Spring is now in full swing and the countryside has been transformed in a matter of days. The balmy weather this week is more charactaristic of mid summer than early May and is the first prolonged warm sunny spell of the season. There were signs of it beginning to break today though - it has been humid and overcast and the air has been charged with the promise of thunder. All day at work I thought about getting to the waterside and it seemed an eternity until I was finally able to escape and speed north towards my little piece of paradise.
It has been an interesting evening, although there are no remarkable events to recount. Even so, it has been a pleasure to fish slowly through the pools, paying more attention to my surroundings than to the task in hand. No matter, I've returned a few fish, missed quite a few more offers, and generally had a fine time of it!
I started off with a pair of nymphs - caddis pupa and pheasant tail - and was quickly rewared with a small grayling from the first run. A few more fishless minutes however, persuaded me to change to a single klinkhamer: although nothing much was rising, I had the feeling that the fish might respond to the seaching dry fly. This worked out about right and the klink never left the cast for the remainder of the session, apart from a couple of size and colour changes.
There was plenty of insect activity over the water - gnats, hawthorns, midge, caddis and an odd medium olive were all in evidence, but none in sufficient numbers to induce a rise of any kind. The klinkhamer tends to cover all bases in this situation and I'm always surprised by the number of times a fish will appear from nowhere to hit the fly. Worked along the current seams, a black or dark tan number did the trick regularly enough to keep things exciting.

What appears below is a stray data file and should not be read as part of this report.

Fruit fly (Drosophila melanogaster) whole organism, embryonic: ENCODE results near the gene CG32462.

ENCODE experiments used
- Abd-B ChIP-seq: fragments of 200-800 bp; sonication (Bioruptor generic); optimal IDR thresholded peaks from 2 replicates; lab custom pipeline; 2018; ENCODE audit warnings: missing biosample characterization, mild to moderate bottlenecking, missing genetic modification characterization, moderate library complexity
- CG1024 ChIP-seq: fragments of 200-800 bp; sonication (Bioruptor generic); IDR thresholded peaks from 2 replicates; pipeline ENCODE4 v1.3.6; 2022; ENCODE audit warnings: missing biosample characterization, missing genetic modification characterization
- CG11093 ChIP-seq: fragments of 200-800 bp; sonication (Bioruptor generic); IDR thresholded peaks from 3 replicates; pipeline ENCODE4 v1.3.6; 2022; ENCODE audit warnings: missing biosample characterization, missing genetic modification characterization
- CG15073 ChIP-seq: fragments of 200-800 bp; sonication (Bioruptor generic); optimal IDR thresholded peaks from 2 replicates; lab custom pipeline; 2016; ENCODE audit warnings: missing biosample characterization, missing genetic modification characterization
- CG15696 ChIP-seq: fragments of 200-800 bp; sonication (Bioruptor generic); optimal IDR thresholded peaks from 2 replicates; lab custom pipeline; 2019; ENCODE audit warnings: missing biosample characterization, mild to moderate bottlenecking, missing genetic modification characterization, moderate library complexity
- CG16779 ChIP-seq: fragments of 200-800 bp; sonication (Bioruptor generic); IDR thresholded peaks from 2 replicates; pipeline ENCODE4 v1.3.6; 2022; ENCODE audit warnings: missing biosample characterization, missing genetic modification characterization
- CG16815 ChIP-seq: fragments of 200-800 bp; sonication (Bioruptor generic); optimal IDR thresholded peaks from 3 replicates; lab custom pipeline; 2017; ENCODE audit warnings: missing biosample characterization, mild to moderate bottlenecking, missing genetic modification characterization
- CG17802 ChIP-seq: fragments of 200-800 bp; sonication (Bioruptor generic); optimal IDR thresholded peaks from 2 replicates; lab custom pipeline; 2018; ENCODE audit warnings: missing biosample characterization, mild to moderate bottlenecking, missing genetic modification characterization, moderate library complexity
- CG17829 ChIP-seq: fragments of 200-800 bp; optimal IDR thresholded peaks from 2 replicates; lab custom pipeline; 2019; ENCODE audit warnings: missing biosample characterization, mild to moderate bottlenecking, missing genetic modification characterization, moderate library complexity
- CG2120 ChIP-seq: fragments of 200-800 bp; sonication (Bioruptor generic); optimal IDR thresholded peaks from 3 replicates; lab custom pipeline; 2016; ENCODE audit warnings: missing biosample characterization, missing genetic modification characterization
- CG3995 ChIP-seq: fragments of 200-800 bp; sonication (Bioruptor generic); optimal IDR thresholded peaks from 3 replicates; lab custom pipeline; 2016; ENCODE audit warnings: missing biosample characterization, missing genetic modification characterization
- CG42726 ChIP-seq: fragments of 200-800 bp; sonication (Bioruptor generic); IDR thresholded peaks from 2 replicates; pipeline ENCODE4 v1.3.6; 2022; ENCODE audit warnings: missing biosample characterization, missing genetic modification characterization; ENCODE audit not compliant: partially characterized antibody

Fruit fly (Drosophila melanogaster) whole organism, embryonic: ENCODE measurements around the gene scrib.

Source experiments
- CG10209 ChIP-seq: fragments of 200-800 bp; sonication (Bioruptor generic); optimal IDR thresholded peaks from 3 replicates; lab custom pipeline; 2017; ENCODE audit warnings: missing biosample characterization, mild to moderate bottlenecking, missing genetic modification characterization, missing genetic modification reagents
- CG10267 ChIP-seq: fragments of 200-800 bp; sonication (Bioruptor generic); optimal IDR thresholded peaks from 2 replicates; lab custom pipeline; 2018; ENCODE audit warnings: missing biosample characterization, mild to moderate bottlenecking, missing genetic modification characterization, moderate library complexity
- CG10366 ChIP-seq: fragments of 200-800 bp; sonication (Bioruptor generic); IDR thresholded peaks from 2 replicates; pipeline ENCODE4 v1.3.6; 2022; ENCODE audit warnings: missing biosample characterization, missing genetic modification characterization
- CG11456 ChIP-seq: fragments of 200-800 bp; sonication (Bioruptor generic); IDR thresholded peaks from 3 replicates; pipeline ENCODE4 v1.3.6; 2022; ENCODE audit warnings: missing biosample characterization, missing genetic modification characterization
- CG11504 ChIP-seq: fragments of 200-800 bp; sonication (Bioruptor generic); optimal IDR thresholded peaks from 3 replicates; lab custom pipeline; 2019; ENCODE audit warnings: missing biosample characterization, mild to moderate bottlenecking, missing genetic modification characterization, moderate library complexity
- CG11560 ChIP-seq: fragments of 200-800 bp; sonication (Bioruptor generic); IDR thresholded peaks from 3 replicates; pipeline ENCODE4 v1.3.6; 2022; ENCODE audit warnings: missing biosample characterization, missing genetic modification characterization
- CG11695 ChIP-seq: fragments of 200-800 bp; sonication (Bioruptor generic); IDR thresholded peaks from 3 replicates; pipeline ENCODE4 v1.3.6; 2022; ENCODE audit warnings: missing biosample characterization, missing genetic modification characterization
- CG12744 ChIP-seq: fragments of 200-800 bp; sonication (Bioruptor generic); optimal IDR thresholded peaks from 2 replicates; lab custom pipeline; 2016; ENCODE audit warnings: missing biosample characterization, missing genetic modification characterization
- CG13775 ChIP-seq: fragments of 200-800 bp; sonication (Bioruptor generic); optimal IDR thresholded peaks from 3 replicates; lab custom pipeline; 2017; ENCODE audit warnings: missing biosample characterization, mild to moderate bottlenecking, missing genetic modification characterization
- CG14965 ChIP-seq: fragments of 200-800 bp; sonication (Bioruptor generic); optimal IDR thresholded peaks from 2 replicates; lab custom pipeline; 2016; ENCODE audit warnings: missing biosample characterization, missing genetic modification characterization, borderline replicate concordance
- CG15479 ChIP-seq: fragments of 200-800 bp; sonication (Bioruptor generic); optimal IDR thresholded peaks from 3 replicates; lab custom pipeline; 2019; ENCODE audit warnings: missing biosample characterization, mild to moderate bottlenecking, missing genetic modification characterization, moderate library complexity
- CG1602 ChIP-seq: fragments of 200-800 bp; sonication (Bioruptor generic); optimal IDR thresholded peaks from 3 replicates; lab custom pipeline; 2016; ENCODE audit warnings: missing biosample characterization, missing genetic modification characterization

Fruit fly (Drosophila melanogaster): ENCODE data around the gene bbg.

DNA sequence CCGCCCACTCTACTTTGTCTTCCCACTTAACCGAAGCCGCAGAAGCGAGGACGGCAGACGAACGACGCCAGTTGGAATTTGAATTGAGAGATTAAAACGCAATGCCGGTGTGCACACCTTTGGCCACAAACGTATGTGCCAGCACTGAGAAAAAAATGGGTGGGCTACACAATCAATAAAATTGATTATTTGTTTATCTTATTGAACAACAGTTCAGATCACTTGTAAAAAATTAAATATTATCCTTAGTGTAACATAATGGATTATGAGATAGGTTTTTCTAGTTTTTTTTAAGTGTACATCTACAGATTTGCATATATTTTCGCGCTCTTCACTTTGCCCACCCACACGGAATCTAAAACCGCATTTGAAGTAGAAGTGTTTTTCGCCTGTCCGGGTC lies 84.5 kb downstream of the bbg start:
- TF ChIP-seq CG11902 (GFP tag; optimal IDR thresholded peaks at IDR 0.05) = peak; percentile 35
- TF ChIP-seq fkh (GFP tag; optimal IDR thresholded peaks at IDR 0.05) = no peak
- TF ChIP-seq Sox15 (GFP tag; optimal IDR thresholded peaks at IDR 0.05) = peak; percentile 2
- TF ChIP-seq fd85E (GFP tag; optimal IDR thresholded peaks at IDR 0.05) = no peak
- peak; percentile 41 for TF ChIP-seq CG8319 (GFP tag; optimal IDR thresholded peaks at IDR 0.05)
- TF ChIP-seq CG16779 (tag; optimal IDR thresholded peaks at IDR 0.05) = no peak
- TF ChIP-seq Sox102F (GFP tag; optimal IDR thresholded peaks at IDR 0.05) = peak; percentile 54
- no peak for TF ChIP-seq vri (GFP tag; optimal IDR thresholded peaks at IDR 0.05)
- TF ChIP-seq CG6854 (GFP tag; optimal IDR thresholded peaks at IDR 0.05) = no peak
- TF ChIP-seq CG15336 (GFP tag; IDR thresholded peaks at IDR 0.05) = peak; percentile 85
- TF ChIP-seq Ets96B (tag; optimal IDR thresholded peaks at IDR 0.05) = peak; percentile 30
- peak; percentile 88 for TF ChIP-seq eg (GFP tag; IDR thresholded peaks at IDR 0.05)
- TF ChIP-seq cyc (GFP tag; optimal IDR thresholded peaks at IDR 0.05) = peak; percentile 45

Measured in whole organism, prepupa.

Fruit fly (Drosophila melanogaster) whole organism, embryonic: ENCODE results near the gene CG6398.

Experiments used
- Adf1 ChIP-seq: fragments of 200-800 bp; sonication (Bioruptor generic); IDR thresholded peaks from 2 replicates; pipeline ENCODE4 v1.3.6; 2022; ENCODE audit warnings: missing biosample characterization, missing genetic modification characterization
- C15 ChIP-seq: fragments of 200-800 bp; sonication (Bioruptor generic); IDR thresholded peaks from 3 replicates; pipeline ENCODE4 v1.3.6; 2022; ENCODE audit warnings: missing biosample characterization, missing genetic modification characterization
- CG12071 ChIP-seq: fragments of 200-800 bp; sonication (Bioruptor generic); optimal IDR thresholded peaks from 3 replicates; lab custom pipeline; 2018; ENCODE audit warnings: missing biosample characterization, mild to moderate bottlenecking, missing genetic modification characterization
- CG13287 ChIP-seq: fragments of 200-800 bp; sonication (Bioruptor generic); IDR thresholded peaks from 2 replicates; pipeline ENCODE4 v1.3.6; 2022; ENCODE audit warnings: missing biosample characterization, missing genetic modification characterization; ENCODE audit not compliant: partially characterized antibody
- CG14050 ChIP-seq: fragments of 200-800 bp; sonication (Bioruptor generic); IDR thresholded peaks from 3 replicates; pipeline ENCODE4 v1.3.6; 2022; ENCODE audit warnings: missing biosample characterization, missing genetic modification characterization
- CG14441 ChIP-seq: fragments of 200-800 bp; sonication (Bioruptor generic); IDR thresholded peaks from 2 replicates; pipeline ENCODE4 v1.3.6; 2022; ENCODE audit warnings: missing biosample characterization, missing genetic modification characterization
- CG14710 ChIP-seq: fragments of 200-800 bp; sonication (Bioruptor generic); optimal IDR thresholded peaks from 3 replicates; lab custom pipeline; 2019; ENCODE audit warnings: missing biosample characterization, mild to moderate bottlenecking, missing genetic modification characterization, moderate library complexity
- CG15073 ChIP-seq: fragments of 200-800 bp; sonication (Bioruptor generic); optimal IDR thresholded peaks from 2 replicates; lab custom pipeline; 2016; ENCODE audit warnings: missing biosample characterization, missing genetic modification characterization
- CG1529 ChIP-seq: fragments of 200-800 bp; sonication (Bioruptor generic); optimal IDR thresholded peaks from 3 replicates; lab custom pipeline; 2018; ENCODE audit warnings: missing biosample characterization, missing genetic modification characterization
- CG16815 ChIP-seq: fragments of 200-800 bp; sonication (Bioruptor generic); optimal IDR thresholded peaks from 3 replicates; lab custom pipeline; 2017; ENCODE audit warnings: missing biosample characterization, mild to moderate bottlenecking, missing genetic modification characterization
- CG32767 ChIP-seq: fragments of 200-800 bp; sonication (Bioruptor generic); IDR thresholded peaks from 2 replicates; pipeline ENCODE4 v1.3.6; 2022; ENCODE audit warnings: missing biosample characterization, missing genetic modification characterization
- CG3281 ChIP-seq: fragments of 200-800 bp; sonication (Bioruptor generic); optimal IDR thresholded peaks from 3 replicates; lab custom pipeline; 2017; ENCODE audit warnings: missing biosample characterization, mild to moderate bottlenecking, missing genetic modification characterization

As I worked my way upstream, trout and grayling both put in an appearance and I finished up with half a dozen of each, generally around the 12" mark, but with one better grayling of about 1lb 12oz (this beat seems to hold a lot of these big 'ladies').
To be honest, I didn't fish well. For every fish hooked, I missed another couple of offers; but on an evening like this, it didn't matter. I was just happy to be out in the warmth and with the aroma of wild garlic and hawthorn blossom heavy in the air.
I fished right through until an hour after sundown when I swung a team of spiders back through the pools downstream, but the period passed without event, other than the loud splashes made by one or two large sea trout which have made it into the river.
It was pitch black by the time I got back to the car and feeling as warm as it had in the afternoon. A classic summer evening and I hope there are many more like it to come.......
Incidentally, this is North Country Angler's 100th post since I started nearly two years ago. If anyone has resisted boredom long enough to still visit occasionally, then thanks for looking. Who knows, I might even manage another 100 posts!